Foreign Secretary William Hague, on the eve of a visit to long-isolated Myanmar amid signs of thaw in its relations with the West, urged the country's leaders to release all political prisoners and speed up political reforms.
Hague, making the first visit to Myanmar by a British foreign minister in more than 50 years, follows in the footsteps of U.S. Secretary of State Hillary Clinton, who visited Myanmar last month.
Hague said his two-day visit, starting on Thursday, was made possible by recent steps taken by Myanmar, including the release of some political prisoners, the easing of media curbs, opening a dialogue with pro-democracy leader Aung San Suu Kyi and allowing her party to take part in by-elections set for April.
I am visiting the country to encourage the Burmese (Myanmar) government to continue on its path of reform, and to gauge what more Britain can do to support this process, he said in a statement.
Hague, the first British foreign minister to visit the former British colony since 1955, starts his visit in the capital NayPyiTaw where he will hold talks with President Thein Sein and ministers.
He then travels to Yangon to meet Suu Kyi, the Nobel peace laureate whose British husband Michael Aris died in 1999. Hague will also meet ethnic leaders and former political prisoners.
Hague said Myanmar needed to take further steps that would have a lasting impact on human rights and political freedoms.
We hope to see the release of all remaining political prisoners, free and fair by-elections, humanitarian access to people in conflict areas, and credible steps towards national reconciliation, he said.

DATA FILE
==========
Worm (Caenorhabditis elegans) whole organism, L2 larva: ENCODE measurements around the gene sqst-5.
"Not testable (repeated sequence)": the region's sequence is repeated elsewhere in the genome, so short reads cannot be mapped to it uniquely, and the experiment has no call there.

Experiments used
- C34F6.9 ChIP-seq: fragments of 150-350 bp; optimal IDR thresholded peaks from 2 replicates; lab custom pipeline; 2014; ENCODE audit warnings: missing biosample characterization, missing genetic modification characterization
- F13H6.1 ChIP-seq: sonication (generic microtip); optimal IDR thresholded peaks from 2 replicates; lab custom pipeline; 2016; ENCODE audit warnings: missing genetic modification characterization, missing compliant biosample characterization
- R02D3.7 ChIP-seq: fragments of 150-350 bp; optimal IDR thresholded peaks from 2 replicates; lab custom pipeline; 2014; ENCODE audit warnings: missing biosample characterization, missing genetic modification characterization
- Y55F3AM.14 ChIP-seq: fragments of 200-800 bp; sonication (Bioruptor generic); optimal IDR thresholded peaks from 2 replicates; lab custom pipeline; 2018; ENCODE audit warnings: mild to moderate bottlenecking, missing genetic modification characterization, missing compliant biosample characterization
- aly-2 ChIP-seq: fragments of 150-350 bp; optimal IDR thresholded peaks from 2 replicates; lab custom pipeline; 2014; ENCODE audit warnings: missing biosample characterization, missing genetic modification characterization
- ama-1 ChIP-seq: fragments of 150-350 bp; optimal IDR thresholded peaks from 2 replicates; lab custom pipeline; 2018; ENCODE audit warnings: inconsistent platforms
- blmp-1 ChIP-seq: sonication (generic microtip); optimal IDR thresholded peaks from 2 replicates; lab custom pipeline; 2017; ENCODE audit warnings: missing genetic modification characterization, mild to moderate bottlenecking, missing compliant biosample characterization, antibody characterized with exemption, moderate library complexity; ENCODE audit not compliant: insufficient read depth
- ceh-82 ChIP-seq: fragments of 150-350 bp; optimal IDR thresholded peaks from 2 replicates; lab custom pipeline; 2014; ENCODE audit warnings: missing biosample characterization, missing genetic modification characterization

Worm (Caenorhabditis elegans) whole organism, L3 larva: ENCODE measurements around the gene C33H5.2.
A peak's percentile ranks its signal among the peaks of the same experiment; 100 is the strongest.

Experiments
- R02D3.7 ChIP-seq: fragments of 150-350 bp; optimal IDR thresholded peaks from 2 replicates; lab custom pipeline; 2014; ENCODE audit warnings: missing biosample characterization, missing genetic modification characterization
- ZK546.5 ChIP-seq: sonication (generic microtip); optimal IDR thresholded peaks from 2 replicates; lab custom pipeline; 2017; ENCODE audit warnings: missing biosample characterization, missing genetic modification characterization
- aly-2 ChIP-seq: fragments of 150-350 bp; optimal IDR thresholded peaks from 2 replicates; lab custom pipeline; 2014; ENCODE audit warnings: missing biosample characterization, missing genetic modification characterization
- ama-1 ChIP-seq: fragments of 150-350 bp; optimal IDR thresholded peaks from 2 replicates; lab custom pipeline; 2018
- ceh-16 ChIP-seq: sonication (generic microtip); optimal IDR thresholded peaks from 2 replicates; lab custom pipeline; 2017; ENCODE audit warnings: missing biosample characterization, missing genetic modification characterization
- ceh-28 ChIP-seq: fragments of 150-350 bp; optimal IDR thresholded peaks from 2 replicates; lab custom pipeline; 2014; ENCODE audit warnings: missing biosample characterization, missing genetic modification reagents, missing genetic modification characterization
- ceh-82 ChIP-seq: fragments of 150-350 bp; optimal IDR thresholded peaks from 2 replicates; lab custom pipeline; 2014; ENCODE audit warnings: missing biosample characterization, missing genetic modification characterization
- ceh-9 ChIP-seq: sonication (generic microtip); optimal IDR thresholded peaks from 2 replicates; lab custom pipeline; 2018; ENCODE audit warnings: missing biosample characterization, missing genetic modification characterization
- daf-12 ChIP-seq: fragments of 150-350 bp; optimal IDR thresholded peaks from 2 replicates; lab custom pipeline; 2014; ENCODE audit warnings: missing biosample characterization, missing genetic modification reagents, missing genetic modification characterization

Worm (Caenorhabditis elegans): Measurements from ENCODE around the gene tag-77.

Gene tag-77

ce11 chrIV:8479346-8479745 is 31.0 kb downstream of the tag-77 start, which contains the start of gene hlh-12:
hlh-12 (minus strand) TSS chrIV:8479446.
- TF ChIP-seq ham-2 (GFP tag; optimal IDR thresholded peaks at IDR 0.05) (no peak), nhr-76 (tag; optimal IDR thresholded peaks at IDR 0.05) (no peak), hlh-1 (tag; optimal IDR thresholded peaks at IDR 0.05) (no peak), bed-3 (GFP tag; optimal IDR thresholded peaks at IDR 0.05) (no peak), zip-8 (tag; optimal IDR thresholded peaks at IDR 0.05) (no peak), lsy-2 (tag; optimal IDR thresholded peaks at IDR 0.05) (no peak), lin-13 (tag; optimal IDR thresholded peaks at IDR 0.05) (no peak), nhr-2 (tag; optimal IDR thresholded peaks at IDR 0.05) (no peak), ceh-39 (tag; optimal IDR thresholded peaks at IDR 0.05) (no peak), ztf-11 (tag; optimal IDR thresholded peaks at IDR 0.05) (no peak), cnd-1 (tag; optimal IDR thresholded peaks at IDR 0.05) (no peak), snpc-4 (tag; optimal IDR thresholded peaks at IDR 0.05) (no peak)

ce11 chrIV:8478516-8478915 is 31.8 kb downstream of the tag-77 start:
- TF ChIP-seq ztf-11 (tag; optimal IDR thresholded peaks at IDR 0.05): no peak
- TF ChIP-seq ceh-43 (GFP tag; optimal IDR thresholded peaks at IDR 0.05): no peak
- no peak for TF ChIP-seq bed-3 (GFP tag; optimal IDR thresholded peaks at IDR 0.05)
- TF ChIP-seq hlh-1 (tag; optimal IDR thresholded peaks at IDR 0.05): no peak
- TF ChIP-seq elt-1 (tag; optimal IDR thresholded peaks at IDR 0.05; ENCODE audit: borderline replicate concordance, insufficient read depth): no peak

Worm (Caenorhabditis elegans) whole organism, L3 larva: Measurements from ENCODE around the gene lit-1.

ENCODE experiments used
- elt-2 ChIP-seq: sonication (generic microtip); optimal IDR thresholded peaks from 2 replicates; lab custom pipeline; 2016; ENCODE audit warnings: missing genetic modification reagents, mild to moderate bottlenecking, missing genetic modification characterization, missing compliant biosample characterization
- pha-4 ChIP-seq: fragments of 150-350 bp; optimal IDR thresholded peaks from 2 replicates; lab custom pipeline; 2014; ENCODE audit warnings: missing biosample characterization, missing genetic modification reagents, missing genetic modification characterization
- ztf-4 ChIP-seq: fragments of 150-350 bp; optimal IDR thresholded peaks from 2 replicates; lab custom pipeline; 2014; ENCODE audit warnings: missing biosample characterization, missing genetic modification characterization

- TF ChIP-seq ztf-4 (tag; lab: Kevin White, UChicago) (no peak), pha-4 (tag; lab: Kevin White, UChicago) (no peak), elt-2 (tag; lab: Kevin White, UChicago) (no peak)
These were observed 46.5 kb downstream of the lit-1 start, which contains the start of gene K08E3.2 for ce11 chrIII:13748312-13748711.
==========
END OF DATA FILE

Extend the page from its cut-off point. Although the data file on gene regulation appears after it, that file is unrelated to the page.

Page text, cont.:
Myanmar has launched radical reforms since a civilian government was allowed to take power last March after almost half a century of rule by the military.
However, British officials do not see the reforms there as irreversible yet. At the moment, we are moderately optimistic but in recent history there have been a number of false dawns, one said.
Hague will hold out the prospect that Britain would push for the easing of European Union sanctions on Myanmar if the country makes substantial progress against three benchmarks, a British official, speaking on condition of anonymity, said.
The benchmarks are the release of all political prisoners -- estimated to number between 300 and 1,700 -- the holding of free and fair by-elections in April, and efforts to bring ethnic groups into the mainstream political process, he said.
The EU, in a move to encourage reform, slightly eased sanctions last April by ending travel bans and asset freezes on 24 civilian government officials. EU officials said in November the bloc was looking at whether Myanmar's reforms could justify a further easing of sanctions.
Officials said Hague would make an announcement on aid but gave no details. Britain has committed to spend 185 million pounds ($290 million) on aid to Myanmar between 2011 and 2015.
Britain channels its aid through international organisations or charities and not through the Myanmar government.
(Reporting by Adrian Croft; Editing by Roger Atwood)